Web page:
On any given day Johnny and the lads might have done this with a number of gullible punters. With a pocket full of their money, they could manufacture at least a couple of winners for at least one of two of them.

“They think you’re a magician because you can pull up money anywhere, and it gives them a load of confidence. And then you get his address, his phone number and then you meet him at one of the best hotels in London and then you start putting the deal to him. You say, now look, this is a very big thing and I know I can trust you. If I can’t, you’ll be in plenty of trouble. Oh yes, you can trust me! Well there’s gonna be “a one goer” at Epsom this week. What do you mean? Well, there’s a lot of horses in the race that won’t be trying, see? And the one goer will win the race, and that will be our nag. But it costs a little bit of money to be in it, see?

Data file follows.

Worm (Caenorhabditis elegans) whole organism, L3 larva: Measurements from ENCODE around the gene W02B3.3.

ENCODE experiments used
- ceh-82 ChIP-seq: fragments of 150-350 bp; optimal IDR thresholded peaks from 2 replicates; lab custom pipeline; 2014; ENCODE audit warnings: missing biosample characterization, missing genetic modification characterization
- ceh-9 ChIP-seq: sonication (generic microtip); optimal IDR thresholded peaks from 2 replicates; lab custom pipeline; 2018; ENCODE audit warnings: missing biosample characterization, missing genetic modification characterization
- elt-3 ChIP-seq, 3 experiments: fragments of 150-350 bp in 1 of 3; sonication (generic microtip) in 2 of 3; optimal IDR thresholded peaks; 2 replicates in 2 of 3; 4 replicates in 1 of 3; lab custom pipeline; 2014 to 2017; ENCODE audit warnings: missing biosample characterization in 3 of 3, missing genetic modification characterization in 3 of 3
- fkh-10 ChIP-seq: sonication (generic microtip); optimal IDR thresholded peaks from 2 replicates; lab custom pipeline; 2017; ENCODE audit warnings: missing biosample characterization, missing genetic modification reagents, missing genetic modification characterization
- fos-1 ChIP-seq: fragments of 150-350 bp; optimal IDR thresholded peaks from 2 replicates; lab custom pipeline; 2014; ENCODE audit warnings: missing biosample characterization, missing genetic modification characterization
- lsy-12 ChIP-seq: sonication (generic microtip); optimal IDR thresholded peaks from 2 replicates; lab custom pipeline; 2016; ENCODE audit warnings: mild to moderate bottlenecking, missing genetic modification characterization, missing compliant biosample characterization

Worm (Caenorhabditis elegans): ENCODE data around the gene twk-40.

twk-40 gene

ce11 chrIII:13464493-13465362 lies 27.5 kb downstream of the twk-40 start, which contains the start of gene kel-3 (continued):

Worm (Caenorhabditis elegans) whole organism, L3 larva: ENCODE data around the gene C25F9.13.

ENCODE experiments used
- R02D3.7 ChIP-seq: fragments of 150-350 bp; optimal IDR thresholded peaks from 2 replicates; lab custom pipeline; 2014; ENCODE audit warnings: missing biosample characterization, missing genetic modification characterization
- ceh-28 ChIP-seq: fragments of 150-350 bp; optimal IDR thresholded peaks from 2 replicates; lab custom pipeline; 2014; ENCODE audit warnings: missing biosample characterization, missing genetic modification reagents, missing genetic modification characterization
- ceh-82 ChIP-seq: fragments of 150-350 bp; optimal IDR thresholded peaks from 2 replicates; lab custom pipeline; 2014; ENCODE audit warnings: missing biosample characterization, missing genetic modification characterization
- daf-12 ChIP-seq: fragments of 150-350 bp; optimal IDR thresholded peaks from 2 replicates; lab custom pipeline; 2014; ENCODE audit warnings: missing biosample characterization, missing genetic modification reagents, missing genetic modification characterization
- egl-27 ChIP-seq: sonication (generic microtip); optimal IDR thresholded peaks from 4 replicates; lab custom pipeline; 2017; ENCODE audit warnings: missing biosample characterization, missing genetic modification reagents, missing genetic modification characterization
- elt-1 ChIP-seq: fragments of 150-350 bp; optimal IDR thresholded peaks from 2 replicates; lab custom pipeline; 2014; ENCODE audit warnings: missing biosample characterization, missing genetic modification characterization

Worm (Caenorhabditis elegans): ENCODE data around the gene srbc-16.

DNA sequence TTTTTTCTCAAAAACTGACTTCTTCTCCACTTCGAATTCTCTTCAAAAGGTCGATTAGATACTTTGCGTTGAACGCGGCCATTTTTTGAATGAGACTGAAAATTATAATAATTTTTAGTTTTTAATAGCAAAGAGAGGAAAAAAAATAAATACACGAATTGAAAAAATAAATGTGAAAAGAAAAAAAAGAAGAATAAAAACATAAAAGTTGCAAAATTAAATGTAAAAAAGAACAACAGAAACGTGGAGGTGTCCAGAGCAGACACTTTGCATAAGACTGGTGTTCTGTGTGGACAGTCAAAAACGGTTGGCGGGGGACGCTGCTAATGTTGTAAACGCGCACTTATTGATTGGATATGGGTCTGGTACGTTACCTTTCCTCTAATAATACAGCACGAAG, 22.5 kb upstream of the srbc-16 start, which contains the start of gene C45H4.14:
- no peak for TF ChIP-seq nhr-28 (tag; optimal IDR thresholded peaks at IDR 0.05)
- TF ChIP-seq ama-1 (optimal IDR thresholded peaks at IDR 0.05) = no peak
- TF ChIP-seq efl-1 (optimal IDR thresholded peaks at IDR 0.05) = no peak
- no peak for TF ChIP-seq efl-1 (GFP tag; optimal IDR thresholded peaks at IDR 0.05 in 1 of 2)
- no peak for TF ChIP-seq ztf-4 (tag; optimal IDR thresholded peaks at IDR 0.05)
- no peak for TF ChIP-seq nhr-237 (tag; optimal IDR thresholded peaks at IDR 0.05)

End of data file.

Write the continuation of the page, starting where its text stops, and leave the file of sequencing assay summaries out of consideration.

Then I’d say, I really can’t tell you anymore now. I’ve already said too much. He’s killing himself to find out more, he’s chasing you like a lunatic. And so you have dinner with him or lunch and string him along a bit. He keeps ringing you up wanting to see you again, he wants to know more.
And you might have three or four of these blokes on the hook. You get three and you might have 25 000 quid in total. So you give them three different horses. Now if one wins, you’ve got plenty of money and a real good man. One of the other horses might run second and you tell the next bloke, “we should’ve won, that jockey he’s in plenty of trouble” Half the time you could keep the three of them, and with everything going alright you keep going and going.

Q How much could you make at a good day at the races on this rort?